The Prime of Miss Jean Brodie/ The Girls of Slender Means, Assembly venues, Edinburgh
Thursday 27 August 2009
Muriel Spark wrote of her most enduring creation, Miss Jean Brodie, that she was "an Edinburgh festival all on her own": vibrant, bursting with culture and a touch overwhelming, you might infer. This year, it is Spark herself who is a festival all on her own with two large-scale theatre adaptations of her novels and a book festival event dedicated to a new doorstop biography of the Edinburgh author by Martin Stannard.
In many ways, Spark's novels – tightly written, with their girlish ensembles and fragrant sense of place (Jean Brodie set in the rigorous corridors of the Marcia Blaine School in Edinburgh, Girls in the May of Teck women's hostel in London) are made for the stage.
Laurie Sansom's elegant production of Jean Brodie, which started life at Northampton's Royal & Derngate last year, feels entirely at home in the echoey, dusty, creaky Assembly Halls. The place reeks of old-school spirit even before the gauze is lifted on Neil Irish's lovely set and rows of immaculately trained singing schoolgirls in plaits and pleats.
The rise and fall of Miss Brodie, a progressive teacher trapped in a conservative school, seeking to mould her chosen few with her "stimulating" dress sense and unconventional teaching methods has been adapted faithfully by Jay Presson Allan. And if she doesn't quite snuff out the memory of Maggie Smith's querulous addresses to her "gels" on film, Anna Francolini – willowy yet with ramrod back, generously inspirational yet selfishly manipulative – brings fresh pertness and wittiness to the lead. Her run-ins with the frowsy, brogue-wearing Miss Mackay (Lesley Nicol) are a joy to watch and her favoured pupils are played with great maturity by a quartet of talented young actresses. Vastly enjoyable.
Girls is a more impressionistic affair from the Stellar Quines company, weaving a dream-like vision of Forties London through a group of resourceful young ladies, all keeping their peckers up, digging for victory, reciting edifying verses and sharing a single, gorgeous Schiaparelli silk dress between them for nights on the razzle. Set in 1945, between VE and VJ Day, Muriel Romanes' production makes clever – if initially confusing – use of moving screens and bellowing telephones to evoke the dolls'-house nature of the set-up where owlish, jolly-hockey-sticks gals, lissom models and good-time girls live on top of one another. Somewhere along the way, though, Spark's story gets a little lost. In producing a show of some style, Stellar Quines lose some of the novel's fine substance.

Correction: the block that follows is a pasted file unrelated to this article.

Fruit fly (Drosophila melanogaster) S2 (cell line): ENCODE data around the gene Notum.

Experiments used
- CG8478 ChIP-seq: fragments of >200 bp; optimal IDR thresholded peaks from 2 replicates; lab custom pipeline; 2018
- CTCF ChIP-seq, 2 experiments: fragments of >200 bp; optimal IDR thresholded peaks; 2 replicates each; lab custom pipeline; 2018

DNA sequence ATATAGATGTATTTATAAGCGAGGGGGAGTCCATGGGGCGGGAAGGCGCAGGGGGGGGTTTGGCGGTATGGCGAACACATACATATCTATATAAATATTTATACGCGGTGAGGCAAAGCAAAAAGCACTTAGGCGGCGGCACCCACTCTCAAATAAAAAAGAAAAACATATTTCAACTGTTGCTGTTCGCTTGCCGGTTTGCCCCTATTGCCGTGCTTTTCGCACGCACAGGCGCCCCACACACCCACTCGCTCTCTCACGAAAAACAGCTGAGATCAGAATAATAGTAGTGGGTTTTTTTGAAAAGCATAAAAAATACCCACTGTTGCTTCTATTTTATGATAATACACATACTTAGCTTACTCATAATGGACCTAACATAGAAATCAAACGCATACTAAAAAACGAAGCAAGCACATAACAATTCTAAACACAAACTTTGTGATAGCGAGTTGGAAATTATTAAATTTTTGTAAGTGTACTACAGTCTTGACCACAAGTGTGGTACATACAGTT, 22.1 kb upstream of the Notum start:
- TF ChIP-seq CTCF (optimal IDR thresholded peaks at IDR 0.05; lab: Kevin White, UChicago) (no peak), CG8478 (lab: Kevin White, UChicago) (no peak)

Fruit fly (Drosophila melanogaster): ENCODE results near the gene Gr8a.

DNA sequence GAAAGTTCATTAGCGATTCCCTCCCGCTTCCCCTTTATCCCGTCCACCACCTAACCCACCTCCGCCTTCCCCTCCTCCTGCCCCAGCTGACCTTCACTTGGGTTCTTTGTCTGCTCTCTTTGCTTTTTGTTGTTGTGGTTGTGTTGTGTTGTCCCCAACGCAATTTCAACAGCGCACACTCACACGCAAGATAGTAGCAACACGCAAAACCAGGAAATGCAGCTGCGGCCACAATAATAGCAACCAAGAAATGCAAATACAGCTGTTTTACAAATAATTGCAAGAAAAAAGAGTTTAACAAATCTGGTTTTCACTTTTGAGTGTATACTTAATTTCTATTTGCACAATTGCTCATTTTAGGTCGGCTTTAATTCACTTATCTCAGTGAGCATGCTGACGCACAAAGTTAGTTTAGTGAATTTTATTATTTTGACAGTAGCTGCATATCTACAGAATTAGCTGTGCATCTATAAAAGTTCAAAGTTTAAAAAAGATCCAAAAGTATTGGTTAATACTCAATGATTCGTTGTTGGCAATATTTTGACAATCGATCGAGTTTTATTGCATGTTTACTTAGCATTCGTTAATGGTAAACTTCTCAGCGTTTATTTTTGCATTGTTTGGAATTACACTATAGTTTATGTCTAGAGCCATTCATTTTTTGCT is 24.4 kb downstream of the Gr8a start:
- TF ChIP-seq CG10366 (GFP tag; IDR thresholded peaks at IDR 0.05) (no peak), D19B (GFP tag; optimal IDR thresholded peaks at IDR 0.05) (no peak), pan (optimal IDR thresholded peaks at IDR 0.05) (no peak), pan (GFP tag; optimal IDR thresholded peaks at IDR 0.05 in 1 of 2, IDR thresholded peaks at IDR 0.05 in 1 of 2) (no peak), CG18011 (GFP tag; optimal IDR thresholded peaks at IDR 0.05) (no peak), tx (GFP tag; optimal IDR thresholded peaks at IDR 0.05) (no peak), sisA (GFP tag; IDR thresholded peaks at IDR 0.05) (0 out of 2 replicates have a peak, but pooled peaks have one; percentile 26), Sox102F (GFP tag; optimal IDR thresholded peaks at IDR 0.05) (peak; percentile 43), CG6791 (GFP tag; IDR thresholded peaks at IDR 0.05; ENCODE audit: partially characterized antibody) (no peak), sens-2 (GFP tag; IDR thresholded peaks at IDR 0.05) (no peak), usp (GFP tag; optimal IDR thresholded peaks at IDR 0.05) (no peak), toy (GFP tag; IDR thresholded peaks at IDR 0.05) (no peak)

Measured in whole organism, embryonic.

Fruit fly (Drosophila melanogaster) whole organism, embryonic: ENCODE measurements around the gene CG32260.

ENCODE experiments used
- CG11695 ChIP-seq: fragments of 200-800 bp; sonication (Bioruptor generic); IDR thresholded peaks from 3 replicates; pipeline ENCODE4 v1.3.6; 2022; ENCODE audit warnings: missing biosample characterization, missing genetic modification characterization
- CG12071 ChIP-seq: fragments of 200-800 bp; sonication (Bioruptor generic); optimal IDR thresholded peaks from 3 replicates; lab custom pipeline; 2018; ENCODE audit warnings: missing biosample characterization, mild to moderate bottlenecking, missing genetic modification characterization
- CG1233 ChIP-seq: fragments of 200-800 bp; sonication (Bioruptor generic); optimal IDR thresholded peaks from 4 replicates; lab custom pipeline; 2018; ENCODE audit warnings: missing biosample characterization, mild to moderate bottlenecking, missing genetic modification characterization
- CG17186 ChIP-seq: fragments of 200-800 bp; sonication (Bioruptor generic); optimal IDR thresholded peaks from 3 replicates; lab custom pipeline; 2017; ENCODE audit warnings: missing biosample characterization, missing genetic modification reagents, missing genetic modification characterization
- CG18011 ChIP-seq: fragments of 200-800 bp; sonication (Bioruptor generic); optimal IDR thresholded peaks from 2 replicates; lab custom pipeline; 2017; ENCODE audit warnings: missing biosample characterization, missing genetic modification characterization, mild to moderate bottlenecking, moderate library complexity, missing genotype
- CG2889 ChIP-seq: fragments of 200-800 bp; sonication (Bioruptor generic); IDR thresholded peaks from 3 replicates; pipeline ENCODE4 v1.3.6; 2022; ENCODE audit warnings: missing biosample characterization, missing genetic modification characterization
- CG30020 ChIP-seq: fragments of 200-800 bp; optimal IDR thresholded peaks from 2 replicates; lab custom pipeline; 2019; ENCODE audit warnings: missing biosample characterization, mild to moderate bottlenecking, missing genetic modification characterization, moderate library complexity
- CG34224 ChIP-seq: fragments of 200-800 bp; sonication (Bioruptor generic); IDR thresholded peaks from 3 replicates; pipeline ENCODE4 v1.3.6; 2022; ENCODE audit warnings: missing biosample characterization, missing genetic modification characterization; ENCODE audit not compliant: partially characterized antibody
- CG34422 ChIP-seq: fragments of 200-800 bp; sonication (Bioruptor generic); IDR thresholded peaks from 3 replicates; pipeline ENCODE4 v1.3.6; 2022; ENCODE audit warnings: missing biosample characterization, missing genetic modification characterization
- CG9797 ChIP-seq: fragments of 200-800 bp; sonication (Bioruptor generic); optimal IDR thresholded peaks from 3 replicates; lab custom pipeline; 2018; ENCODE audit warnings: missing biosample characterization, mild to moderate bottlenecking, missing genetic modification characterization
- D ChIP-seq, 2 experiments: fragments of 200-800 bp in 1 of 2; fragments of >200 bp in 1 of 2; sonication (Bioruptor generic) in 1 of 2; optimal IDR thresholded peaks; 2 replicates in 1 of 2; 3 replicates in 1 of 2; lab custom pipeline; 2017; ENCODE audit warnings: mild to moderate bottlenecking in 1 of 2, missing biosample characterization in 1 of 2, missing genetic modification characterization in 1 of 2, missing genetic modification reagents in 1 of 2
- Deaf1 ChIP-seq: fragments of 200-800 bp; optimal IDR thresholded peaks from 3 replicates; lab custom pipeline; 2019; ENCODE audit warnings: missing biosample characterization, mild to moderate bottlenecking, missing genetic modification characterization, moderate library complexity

To 31 August (0131-623 3030)
GlastonburyWI to make debut appearance at Somerset festival
TV reviewIt has taken seven episodes for Game of Thrones season five to hit its stride
FilmPalme d'Or goes to radical and astonishing film that turns conventional thinking about immigrants on its head
Potter's attempt to create an Essex Taj Mahal was a lovely treattv
Arts & Ents blogs
- 1 10 ways we damage our teeth – without realising
- 2 Fifa corruption arrests: Nike reported to be 'multinational sportswear company' at centre of bribery claims over Brazil shirt deal
- 3 Facebook Messenger sends 'creepily' precise location data, as revealed by Marauders Map Chrome extension
- 4 Bahar Mustafa: Goldsmiths Students' Union diversity officer to keep her job after vote of no confidence petition fails
- 5 Photo of wedding guest proposing to girlfriend in front of bride and groom goes viral
Grace of Monaco film panned: Screenwriter pours scorn on biopic starring Nicole Kidman as movie gets US debut
Big Brother contestant Aaron Frew removed from house for 'inappropriate behaviour' after flashing fellow contestants
Britain's Got Talent 2015: Jamie Raven divides Twitter as fans expose mind-boggling magic trick
ASAP Rocky gives nauseating response to explicit Rita Ora rap: 'I'm not saying she's a terrible person'
San Andreas 3D, film review: Dwayne 'The Rock' Johnson's disaster movie has clear fault lines
EU referendum: David Cameron's rules are a 'democratic disgrace', says French-born Scottish politician set to be denied a vote
SNP fury as HS2 finds 'no business case' for taking fast train service to Scotland
Australian man punched in the face for defending Muslim women from abuse on train
A nation of inequality: How the UK is failing to feed its most vulnerable people
David Starkey 'tells Amal Clooney to shut up and stop over-promoting human rights'
EU referendum: David Cameron to deny EU migrants and under-18s the chance to vote